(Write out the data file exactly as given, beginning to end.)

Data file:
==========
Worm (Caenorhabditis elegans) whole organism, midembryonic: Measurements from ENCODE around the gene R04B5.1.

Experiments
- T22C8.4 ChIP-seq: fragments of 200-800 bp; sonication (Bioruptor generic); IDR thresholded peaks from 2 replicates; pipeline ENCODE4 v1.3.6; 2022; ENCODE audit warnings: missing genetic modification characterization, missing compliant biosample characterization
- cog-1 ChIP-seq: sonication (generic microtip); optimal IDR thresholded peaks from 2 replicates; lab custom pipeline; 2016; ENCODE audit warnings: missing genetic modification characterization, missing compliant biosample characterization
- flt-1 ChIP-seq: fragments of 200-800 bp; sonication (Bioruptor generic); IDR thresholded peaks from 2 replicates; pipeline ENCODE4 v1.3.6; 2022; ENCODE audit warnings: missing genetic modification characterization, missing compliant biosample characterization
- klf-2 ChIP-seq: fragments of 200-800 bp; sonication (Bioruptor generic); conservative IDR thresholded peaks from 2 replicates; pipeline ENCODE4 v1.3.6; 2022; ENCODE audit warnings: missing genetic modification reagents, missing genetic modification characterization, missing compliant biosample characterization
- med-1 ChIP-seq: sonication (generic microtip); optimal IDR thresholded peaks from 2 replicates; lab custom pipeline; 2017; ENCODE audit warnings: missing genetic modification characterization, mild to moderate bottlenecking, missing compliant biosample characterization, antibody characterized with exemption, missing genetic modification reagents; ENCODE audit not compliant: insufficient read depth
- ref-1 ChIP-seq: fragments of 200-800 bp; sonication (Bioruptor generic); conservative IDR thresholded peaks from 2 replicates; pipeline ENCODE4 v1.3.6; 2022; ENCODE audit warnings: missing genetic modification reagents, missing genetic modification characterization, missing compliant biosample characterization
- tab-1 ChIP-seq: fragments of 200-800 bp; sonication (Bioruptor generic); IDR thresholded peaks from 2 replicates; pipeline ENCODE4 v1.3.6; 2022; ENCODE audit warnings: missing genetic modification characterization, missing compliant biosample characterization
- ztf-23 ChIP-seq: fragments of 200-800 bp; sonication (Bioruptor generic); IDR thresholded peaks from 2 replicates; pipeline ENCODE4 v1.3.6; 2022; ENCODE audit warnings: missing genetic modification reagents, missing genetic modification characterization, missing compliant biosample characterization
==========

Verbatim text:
Worm (Caenorhabditis elegans) whole organism, midembryonic: Measurements from ENCODE around the gene R04B5.1.

Experiments
- T22C8.4 ChIP-seq: fragments of 200-800 bp; sonication (Bioruptor generic); IDR thresholded peaks from 2 replicates; pipeline ENCODE4 v1.3.6; 2022; ENCODE audit warnings: missing genetic modification characterization, missing compliant biosample characterization
- cog-1 ChIP-seq: sonication (generic microtip); optimal IDR thresholded peaks from 2 replicates; lab custom pipeline; 2016; ENCODE audit warnings: missing genetic modification characterization, missing compliant biosample characterization
- flt-1 ChIP-seq: fragments of 200-800 bp; sonication (Bioruptor generic); IDR thresholded peaks from 2 replicates; pipeline ENCODE4 v1.3.6; 2022; ENCODE audit warnings: missing genetic modification characterization, missing compliant biosample characterization
- klf-2 ChIP-seq: fragments of 200-800 bp; sonication (Bioruptor generic); conservative IDR thresholded peaks from 2 replicates; pipeline ENCODE4 v1.3.6; 2022; ENCODE audit warnings: missing genetic modification reagents, missing genetic modification characterization, missing compliant biosample characterization
- med-1 ChIP-seq: sonication (generic microtip); optimal IDR thresholded peaks from 2 replicates; lab custom pipeline; 2017; ENCODE audit warnings: missing genetic modification characterization, mild to moderate bottlenecking, missing compliant biosample characterization, antibody characterized with exemption, missing genetic modification reagents; ENCODE audit not compliant: insufficient read depth
- ref-1 ChIP-seq: fragments of 200-800 bp; sonication (Bioruptor generic); conservative IDR thresholded peaks from 2 replicates; pipeline ENCODE4 v1.3.6; 2022; ENCODE audit warnings: missing genetic modification reagents, missing genetic modification characterization, missing compliant biosample characterization
- tab-1 ChIP-seq: fragments of 200-800 bp; sonication (Bioruptor generic); IDR thresholded peaks from 2 replicates; pipeline ENCODE4 v1.3.6; 2022; ENCODE audit warnings: missing genetic modification characterization, missing compliant biosample characterization
- ztf-23 ChIP-seq: fragments of 200-800 bp; sonication (Bioruptor generic); IDR thresholded peaks from 2 replicates; pipeline ENCODE4 v1.3.6; 2022; ENCODE audit warnings: missing genetic modification reagents, missing genetic modification characterization, missing compliant biosample characterization